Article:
Breakthrough Initiatives to Fund Research into Search for Primitive Life in Clouds of Venus

Venus hides a wealth of information that could help us better understand Earth and exoplanets. (Credits: NASA/JPL-Caltech)

SAN FRANCISCO (Breakthrough Initiatives PR)  – Breakthrough Initiatives, the privately-funded space science programs founded by science and technology investor and philanthropist Yuri Milner, are funding a research study into the possibility of primitive life in the clouds of Venus. The study is inspired by the discovery, announced yesterday, of the gas phosphine, considered a potential biosignature, in the planet’s atmosphere.

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Venus Phosphine Detection Fact Sheet

Artist’s impression of Venus, with an inset showing a representation of the phosphine molecules detected in the high cloud decks. (Credit: ESO / M. Kornmesser / L. Calçada & NASA / JPL / Caltech)

Royal Astronomical Society
Fact Sheet

On 14 September 2020, astronomers announced the detection of phosphine, a potential biomarker, in the atmosphere of Venus. Here are ten essential facts about the discovery:

What has been discovered?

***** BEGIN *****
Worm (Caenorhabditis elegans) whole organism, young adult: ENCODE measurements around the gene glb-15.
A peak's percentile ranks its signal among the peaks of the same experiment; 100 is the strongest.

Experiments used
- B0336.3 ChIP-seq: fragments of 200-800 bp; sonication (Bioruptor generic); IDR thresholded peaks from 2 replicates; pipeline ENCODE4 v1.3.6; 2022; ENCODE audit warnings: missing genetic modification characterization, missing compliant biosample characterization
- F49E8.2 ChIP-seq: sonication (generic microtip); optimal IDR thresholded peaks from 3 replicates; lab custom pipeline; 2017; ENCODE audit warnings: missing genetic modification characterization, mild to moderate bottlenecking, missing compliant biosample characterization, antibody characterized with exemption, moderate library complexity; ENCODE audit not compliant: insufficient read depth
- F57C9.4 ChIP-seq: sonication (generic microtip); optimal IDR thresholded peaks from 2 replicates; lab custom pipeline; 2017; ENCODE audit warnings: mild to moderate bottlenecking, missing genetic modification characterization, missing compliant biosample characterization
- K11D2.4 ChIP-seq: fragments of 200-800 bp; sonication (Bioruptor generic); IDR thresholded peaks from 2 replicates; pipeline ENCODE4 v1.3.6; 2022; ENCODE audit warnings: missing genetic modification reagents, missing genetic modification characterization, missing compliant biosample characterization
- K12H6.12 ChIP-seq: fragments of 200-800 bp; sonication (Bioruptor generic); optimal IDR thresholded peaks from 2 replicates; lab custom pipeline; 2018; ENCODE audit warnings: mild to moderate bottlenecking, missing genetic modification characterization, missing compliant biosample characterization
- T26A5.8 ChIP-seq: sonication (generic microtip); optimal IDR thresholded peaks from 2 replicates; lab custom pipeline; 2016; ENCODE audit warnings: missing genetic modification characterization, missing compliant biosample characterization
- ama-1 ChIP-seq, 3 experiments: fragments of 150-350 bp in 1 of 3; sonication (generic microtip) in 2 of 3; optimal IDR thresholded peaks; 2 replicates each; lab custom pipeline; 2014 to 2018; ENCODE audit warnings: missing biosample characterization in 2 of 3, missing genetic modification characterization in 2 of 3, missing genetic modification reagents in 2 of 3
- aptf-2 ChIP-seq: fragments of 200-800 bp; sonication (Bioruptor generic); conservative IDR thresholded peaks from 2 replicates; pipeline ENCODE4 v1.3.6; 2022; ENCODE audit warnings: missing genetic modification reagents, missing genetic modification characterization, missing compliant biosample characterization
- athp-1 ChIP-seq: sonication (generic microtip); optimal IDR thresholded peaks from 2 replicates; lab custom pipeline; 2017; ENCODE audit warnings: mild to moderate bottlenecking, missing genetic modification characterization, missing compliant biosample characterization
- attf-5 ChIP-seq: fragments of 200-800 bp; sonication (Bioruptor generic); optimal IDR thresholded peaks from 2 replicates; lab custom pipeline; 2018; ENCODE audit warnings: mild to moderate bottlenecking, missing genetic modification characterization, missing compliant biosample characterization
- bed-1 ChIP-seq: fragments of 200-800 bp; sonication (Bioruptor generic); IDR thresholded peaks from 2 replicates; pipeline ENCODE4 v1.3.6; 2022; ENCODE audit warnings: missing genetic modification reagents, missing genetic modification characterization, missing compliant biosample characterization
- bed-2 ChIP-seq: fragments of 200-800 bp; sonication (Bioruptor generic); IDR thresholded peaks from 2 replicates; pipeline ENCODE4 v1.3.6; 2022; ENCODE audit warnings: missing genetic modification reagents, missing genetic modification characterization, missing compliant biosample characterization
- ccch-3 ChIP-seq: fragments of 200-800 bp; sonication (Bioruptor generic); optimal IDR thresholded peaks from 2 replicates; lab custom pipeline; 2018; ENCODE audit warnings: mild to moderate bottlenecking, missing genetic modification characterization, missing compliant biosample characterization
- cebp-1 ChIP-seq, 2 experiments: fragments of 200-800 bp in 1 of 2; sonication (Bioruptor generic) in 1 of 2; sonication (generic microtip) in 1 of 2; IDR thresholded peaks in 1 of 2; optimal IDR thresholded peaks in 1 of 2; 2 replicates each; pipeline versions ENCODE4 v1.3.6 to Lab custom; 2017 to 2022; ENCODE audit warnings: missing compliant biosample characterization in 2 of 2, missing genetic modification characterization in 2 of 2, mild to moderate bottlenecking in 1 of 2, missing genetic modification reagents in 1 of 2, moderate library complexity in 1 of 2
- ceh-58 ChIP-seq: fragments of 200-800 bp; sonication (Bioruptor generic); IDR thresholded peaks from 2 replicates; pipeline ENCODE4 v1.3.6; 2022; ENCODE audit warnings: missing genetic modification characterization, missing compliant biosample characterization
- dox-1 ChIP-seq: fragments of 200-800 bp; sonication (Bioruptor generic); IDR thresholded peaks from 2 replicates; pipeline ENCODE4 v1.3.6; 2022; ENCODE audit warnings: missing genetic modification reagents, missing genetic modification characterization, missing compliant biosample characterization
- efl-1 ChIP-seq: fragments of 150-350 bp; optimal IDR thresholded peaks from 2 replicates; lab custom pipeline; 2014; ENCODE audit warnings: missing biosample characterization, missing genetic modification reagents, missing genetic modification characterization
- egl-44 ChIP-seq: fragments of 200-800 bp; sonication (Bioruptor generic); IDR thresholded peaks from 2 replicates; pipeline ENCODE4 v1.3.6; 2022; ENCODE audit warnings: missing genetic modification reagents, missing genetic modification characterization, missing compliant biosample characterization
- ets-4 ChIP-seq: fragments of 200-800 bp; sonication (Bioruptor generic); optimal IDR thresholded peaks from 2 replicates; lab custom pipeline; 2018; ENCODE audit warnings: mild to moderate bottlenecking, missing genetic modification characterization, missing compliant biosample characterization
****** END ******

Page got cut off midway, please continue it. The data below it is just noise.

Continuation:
A molecule called phosphine has been detected in the atmosphere of the planet Venus.

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Scientists Find Hints of Life on Venus

By Ultraviolet Imager (UVI), at around 2:19 p.m. on Dec. 7 (Japan Standard Time) at the Venus altitude of about 72,000 km. (Credit: JAXA)

CARDIFF, Wales (Cardiff University PR) — An international team of astronomers, led by Professor Jane Greaves of Cardiff University, today announced the discovery of a rare molecule – phosphine – in the clouds of Venus. On Earth, this gas is only made industrially, or by microbes that thrive in oxygen-free environments.

Astronomers have speculated for decades that high clouds on Venus could offer a home for microbes – floating free of the scorching surface, but still needing to tolerate very high acidity. The detection of phosphine molecules, which consist of hydrogen and phosphorus, could point to this extra-terrestrial ‘aerial’ life. The new discovery is described in a paper in Nature Astronomy.

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